I think to a large degree they can be learned, absent any pathological condition that interferes with this sort of learning, for example, autism, which often creates a deficiency of empathy, thus making people skills difficult or impossible to acquire.
In my opinion, people skills are best taught with modeling, practice, and critique. These are largely communication skills, and if those cannot be taught, we have all wasted a great deal of time, money, and energy offering communications courses and degrees. They are also a form of emotional intelligence, something that therapists help people with every day.
People are capable of observing successful transactions among others, and they can be taught to analyze what makes those transactions successful. They can then practice those behaviors and with repetition and constructive criticism, internalize them. Sometimes there is a behavioral aspect to this, too, with negative and positive reinforcement helping us to make corrections.
Think about this for a moment. How do any of us learn any people skills otherwise? We learn by observing our parents and siblings, interacting with them, practicing what we see, getting some criticism and then making corrections. There are behavioral aspects here, too, with the consequences of behaving appropriately or inappropriately.
Though individuals have different aptitudes for picking up "people skills" through natural interactions and observational learning, all can learn through direct instruction, practice, and feedback. Individuals with social skills deficits, such as those diagnosed with autism, often benefit from social skills groups, role playing, social stories, and direct feedback. Often there are unwritten rules for social interactions that, once understood, can demystify interacting with other people and make the individual more relaxed and confident when conversing with individuals. Being able to read body language and facial expressions, tone of voice, and sarcasm or veiled language all become important. Nonverbal cues are often missed by individuals with "poor people skills" until explicitly pointed out, as in letting the person know that s/he is violating the cultural norm of personal space or not making sufficient eye contact.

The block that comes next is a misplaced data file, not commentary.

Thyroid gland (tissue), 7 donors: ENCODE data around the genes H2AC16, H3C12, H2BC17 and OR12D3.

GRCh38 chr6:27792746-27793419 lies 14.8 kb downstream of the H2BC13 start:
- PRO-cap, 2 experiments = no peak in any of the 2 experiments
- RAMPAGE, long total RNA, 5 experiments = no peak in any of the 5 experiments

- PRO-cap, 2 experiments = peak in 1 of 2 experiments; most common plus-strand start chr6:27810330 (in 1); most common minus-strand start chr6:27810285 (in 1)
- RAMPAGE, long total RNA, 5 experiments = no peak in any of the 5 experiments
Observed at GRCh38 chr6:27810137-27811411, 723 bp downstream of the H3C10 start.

Group dynamics are a more complicated matter, especially when people behave in ways that they typically wouldn't if it were not for the group's presence. Managing one's reputation, avoiding being the target of a group's gossip or bullying, and "working the room" to persuade or win people over to one's side are concerns that become more prominent in the teenage years and in the workplace. Again, these are skills that can be learned, though the situations can be more volatile - it's difficult to predict all of the behaviors, interactions, and perceptions of all the people in a group, and there may be others in the group acting as competitors or adversaries.
Underlying all social skills is self-regulation and awareness of one's own emotions. An individual with a volatile temper, who is easily irritated and annoyed by others, might have a difficult time maintaining a calm demeanor in social interactions, and might offend without really meaning to. An individual who is feeling extremely anxious or depressed may need to take care of the underlying mood issues so as to be fully available and present in the social interaction, and not overlay the interaction with interpretations or fears that detract from accurately experiencing the other person's intentions.